And then, whammo!  I had weight loss surgery.  There is no doubt in my mind that those who have worked with the weight loss surgery community from a psychological perspective know all too well about this volatile period.  Erikson’s period of Identity vs. Role confusion (ages 12 to 18) and Maslow’s period of belongingness and esteem needs come slamming at us, full speed, forcing us to finally rectify the lack of development in these areas.  Being a normal weight, our fat and fat persona is no longer one that we can hide behind and we are forced to develop.  But, to develop, we must flounder, learn from our mistakes, and do things differently than we ever have done before.   Is it any wonder that the people who know us best in this life are often surprised by the NEW person that stands before them.   Not to me – I have studied this junk (supposedly in detail -- please don’t tell Dr. Hicks) and I was still not prepared for the work that it entails.  In fact, I vehemently denied the fact that I was changing.  However, I am not so ignorant to admit that I was wrong.  Changing is the point.  We don’t go through weight loss surgery to just change the outer being – most of us work on changing the inner being as well.  The one that feels inferior because she was picked on in school by the cool kids, cheerleaders or jocks.   The boy who was laughed at for being a little “mama’s boy” and didn’t have a place in this world that felt safe except for with food.  The 16 year old who was forced to have sex earlier than she wished because the approval junkie within and her inability to decipher her inferiority issues as normal developmental issues couldn’t keep her from making this mistake; each of these people are trying to overcome the developmental milestones missed as a result of food, food related issues and the normal propensity of temperament and the environment in which they lived.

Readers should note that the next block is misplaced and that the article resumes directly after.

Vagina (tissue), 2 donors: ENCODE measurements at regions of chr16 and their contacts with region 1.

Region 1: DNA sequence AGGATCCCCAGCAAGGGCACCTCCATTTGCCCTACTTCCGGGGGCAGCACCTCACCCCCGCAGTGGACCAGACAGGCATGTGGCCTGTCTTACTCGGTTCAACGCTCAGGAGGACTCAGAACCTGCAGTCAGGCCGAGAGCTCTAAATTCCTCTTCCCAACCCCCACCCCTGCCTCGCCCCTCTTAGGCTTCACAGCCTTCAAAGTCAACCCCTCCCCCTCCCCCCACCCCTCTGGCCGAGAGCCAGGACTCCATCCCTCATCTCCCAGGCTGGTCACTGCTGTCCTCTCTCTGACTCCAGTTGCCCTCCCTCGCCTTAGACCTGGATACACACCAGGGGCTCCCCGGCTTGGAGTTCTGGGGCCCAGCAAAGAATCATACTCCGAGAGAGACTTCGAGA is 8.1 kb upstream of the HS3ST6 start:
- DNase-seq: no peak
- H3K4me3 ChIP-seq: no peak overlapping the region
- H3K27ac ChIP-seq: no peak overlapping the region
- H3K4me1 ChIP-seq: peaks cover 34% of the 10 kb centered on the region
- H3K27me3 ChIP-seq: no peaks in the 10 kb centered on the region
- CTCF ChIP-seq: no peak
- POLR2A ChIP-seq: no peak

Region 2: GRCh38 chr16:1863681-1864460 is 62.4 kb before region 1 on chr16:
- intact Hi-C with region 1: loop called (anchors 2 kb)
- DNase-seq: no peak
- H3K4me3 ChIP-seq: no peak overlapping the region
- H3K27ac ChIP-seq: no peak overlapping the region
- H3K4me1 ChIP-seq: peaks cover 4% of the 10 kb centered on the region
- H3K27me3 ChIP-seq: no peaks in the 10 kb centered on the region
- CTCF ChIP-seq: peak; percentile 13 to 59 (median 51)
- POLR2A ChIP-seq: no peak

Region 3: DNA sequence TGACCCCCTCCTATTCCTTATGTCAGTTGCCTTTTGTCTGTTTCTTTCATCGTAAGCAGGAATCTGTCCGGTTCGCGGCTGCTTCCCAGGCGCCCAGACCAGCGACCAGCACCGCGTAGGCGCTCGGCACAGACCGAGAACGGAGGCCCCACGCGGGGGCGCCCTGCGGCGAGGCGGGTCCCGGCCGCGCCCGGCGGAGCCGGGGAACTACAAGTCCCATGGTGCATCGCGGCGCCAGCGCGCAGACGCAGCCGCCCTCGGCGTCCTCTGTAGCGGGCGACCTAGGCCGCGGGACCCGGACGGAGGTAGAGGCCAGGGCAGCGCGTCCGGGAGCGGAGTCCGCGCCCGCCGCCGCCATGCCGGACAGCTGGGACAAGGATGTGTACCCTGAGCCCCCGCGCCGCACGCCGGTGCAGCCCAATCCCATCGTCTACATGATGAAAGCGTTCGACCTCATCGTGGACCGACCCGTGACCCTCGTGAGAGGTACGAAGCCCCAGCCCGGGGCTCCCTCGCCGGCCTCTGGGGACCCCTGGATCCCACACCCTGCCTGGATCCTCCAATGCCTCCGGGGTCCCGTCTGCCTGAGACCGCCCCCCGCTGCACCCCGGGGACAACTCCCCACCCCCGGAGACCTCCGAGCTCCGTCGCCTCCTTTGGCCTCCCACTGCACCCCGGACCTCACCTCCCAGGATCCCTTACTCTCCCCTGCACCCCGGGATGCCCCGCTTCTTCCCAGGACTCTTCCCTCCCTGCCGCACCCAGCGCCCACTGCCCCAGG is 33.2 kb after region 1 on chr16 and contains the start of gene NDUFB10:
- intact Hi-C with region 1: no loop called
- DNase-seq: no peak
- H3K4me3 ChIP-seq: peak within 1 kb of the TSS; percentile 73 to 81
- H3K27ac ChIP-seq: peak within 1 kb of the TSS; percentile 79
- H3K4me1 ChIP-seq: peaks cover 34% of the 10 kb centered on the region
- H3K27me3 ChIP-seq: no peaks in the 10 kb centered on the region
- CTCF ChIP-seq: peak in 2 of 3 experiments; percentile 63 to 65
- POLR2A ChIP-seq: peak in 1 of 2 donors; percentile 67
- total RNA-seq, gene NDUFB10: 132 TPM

So, while some harken what is going on to a specific stage or time in high school, I would like to extend the thinking to something more natural.  We develop as beings unless something gets in the way.  For many of us, food was in the way for a long time.  Now, we are doing the things that we would have done if the obstacle wouldn’t have been there.  If you have partners, perhaps they should read this primer and understand that while the behavior is unacceptable it serves a purpose – reaching the correct developmental stage or perhaps even self-actualization.   I am not writing this with the intent to give people a free pass on behaviors – because that’s not who I am or what I am about.  I just want people to understand themselves, and have one theory out there (I am sure someone much more intelligent than me has written this very same thing in much more cogent and intellectual manner) that might help others understand why adult people who seemingly had it all ‘together’ have all of a sudden made decisions that no one thought possible.
            So, it rests with you.  Understand the developmental issues of people and the goals that all humans are trying to overcome.  Keep striving to get past those issues and through these developmental stages.  But do so knowing that there’s a reason that isn’t related to being bad, guilty, no good, stupid, inferior or lacking in some way.  You are just trying to get to the same place everyone else is trying to get….[1][2][3]

[1] Erikson, E.H. (1950).  Childhood & Society. New York: WW Norton and Company.
[3] Harder, A. (2012). Support for change.  Retrieved from: on June 4, 2012